The study authors call this new technique “intrinsic spin-orbit EDSR.” Currently, there are two established methods for controlling electrons without disturbing others nearby — a necessary step in creating a quantum computer in silicon.

One is electron spin resonance (ESR), which uses an on-chip microwave antenna. The other is electric dipole spin resonance (EDSR), which relies on an induced gradient magnetic field.

“Normally, we design our microwave antennas to deliver purely magnetic fields,” Dr. Tanttu says. “But this particular antenna design generated more of an electric field than we wanted – and that turned out to be lucky, because we discovered a new effect we can use to manipulate qubits. That’s serendipity for you.”

Illustration of a qubit as it accelerates in response to a microwave signal.
Illustration of a single qubit as it begins to accelerate in response to a microwave signal, and the electron begins rattling within the quantum dot. (CREDIT: Tony Melov)

This could spark the next computer revolution

Study authors explain that complementary metal-oxide-semiconductor (CMOS) is the building process at the heart of all modern computers. It helps to create everything from microprocessors, microcontrollers, and memory chips to analogue circuits such as image sensors and data converters.

“This is a gem of new mechanism, which just adds to the trove of proprietary technology we’ve developed over the past 20 years of research,” says Prof. Andrew Dzurak, CEO and Founder of Diraq, and a Professor in Quantum Engineering at UNSW.

Prof. Dzurak led the team that built the first quantum logic gate in silicon back in 2015.

“It builds on our work to make quantum computing in silicon a reality, based on essentially the same semiconductor component technology as existing computer chips, rather than relying on exotic materials,” Dzurak adds. “Since it is based on the same CMOS technology as today’s computer industry, our approach will make it easier and faster to scale up for commercial production and achieve our goal of fabricating billions of qubits on a single chip.”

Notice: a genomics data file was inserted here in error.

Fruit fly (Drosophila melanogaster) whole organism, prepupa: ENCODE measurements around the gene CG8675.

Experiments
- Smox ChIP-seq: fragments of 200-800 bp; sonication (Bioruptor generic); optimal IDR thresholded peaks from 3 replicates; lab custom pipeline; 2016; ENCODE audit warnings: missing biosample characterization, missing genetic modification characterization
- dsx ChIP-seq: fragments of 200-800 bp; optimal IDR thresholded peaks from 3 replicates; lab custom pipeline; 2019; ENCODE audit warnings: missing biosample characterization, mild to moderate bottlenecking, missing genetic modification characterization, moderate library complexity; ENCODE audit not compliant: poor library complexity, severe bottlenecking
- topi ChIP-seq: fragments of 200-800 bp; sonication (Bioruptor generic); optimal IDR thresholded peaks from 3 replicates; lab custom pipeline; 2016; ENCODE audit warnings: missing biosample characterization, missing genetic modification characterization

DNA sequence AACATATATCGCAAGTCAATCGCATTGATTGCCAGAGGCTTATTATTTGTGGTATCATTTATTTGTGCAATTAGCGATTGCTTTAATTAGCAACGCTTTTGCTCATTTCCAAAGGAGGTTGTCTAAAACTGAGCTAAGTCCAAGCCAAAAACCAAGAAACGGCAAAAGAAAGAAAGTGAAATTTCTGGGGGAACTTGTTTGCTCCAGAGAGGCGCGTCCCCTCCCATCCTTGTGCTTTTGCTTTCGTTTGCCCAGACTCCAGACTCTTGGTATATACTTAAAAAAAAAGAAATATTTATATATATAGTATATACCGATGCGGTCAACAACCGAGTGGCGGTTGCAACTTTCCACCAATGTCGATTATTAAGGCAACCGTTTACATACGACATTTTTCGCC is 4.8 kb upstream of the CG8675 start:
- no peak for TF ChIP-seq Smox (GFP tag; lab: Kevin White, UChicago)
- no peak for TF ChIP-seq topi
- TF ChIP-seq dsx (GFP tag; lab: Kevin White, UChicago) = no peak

Scientists and engineers call successfully building a functional quantum computer the “space race of the 21st century.” Doing so could allow scientists to zoom through impossible calculations in the blink of an eye — possibly leading to new solutions that normal computers take years to reach.

“We often think of landing on the Moon as humanity’s greatest technological marvel,” Dzurak concludes. “But the truth is, today’s CMOS chips – with billions of operating devices integrated together to work like a symphony, and which you carry in your pocket – that’s an astounding technical achievement, and one that’s revolutionized modern life. Quantum computing will be equally astonishing.”

The study is published in the journal Nature Nanotechnology.

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About the Author

Chris Melore

Chris Melore has been a writer, researcher, editor, and producer in the New York-area since 2006. He won a local Emmy award for his work in sports television in 2011.

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  1. The future of humanity relies greatly on the world’s scientists. I greatly admire these tireless, and often unsung, researchers. They are the true heroes of humanity.